First Stage: Munich

Our study trip started in Munich with a visit to the exhibition New Light from Pompeii in the State Collections of Antiquities (Staatliche Antikensammlungen) (idea, concept and design by Ruth Bielfeld together with Johannes Eber and Peter Weidenhammer). Astrid Fendt accompanied us through the impressively designed rooms. The lucerne (oil lamps) appear in their numerous, at times extravagant guise and in different sizes in almost every collectanea on the reception of ancient objects of everyday culture: Fortunio Liceti (1577–1657), Giovanni Battista Casali (1578–1650), Athanasius Kircher (1602–1680), Filippo Buonanni (1638–1725), and many others show an exquisite and significant selection of specimens from various collections. Although the exhibits shown in Munich originate from Pompeii and thus cannot be considered direct models for the visual sources catalogued by Thesaurus, several lucerne types made it possible to draw parallels to the documents and artifacts listed in the Thesaurus (e.g. ThesaurusID 1709601). Not only the private rooms with these lighting devices used for practical purposes but also other topics, such as research on the aesthetic values of this archaeological genre or the culture of light in antiquity have been brightly addressed in the exhibition.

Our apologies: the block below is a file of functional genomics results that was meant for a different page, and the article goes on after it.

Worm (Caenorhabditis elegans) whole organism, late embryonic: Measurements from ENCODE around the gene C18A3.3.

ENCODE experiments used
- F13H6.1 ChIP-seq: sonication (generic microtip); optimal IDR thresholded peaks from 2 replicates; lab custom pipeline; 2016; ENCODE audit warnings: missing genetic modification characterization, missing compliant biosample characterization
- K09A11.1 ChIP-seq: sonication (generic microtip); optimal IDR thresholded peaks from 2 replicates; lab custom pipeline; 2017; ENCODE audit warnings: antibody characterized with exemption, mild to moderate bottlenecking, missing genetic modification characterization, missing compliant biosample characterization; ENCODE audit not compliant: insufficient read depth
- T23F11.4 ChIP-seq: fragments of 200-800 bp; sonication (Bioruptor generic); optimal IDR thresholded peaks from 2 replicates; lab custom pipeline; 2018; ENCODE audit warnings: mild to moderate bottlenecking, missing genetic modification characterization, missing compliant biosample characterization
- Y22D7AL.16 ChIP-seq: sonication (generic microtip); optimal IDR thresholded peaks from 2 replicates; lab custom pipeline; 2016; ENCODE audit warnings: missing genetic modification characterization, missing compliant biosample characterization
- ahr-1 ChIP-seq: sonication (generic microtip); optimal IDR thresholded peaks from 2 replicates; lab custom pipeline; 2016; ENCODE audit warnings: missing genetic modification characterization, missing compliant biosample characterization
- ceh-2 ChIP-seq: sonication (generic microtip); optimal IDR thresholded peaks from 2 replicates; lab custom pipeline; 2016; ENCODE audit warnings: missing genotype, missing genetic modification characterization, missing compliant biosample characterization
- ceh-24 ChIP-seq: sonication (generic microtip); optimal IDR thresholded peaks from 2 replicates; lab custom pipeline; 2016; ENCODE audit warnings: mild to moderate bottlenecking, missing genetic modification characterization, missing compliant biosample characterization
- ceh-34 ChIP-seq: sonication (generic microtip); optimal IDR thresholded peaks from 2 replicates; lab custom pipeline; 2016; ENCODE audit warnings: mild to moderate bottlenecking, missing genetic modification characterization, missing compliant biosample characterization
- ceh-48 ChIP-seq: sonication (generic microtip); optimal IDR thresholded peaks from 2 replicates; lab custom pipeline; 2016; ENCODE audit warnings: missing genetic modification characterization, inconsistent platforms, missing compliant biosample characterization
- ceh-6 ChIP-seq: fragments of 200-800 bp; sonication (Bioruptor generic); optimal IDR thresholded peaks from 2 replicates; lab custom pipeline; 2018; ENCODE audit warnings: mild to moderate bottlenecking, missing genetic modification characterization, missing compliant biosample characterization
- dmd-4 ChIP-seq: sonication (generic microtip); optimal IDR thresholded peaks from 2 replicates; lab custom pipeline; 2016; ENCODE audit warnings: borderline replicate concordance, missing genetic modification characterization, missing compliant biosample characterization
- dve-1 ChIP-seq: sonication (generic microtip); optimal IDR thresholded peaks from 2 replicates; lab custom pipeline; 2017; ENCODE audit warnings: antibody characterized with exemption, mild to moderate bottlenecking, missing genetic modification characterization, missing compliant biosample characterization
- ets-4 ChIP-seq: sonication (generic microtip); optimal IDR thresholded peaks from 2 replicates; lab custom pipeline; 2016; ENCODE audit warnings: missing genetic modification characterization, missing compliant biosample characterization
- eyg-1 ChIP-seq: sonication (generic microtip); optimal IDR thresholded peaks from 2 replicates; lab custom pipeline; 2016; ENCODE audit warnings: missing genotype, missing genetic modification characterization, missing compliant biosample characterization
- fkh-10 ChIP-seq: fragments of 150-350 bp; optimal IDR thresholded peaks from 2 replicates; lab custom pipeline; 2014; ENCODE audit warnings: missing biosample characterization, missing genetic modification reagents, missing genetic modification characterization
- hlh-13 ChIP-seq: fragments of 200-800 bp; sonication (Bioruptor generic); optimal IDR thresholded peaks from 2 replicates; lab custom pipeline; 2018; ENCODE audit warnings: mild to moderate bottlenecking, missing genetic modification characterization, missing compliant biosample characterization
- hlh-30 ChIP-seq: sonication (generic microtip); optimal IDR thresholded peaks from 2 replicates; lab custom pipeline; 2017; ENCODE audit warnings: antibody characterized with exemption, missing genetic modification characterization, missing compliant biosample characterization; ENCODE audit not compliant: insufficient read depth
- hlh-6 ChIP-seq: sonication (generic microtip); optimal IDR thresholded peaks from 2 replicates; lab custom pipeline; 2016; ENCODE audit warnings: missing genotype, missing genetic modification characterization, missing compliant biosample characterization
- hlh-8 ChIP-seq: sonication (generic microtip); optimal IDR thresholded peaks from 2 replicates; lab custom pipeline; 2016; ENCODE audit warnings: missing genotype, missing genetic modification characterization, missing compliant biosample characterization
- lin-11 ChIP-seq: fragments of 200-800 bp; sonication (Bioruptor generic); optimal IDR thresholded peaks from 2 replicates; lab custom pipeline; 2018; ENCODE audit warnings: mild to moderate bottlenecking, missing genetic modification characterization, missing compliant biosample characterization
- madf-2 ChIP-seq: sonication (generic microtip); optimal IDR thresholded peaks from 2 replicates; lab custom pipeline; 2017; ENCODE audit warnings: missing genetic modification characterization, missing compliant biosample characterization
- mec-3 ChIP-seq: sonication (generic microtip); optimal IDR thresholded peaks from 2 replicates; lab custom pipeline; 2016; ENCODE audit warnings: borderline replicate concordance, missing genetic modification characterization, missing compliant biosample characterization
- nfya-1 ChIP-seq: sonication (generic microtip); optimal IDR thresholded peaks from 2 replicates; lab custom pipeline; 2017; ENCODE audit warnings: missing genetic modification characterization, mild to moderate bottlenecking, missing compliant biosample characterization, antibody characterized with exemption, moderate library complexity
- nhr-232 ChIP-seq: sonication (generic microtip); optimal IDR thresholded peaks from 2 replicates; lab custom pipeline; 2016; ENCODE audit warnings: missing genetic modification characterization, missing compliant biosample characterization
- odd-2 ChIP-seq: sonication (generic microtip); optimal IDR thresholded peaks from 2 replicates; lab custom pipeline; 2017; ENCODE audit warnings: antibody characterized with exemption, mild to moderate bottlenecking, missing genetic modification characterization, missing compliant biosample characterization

Next on our agenda was a visit of the collection of the State Museum of Egyptian Art (Staatliches Museum Ägyptischer Kunst), which houses a particularly interesting work. The anthropomorphic standing figure of the falcon-headed god Horus from the mid-14th century BC, also known as the Barberini Osiris, was unearthed in Rome in 1636 near the church of S. Maria sopra Minerva, in the area of the ancient Iseum Campense. [3] We wanted to comprehend the fascination that this statue had immediately afterwards and throughout the centuries, giving rise to nearly a dozen early modern representations (see ThesaurusID 1398304). They can be found in the works or collections of the so-called Pseudo-Duperac (1636), Alessandro Donati (1584–1640), Cassiano dal Pozzo (1588–1657), Joachim von Sandrart (1606–1688), Athanasius Kircher (1602–1680), Richard Topham (1671–1730), and Bernard de Montfaucon (1655–1741).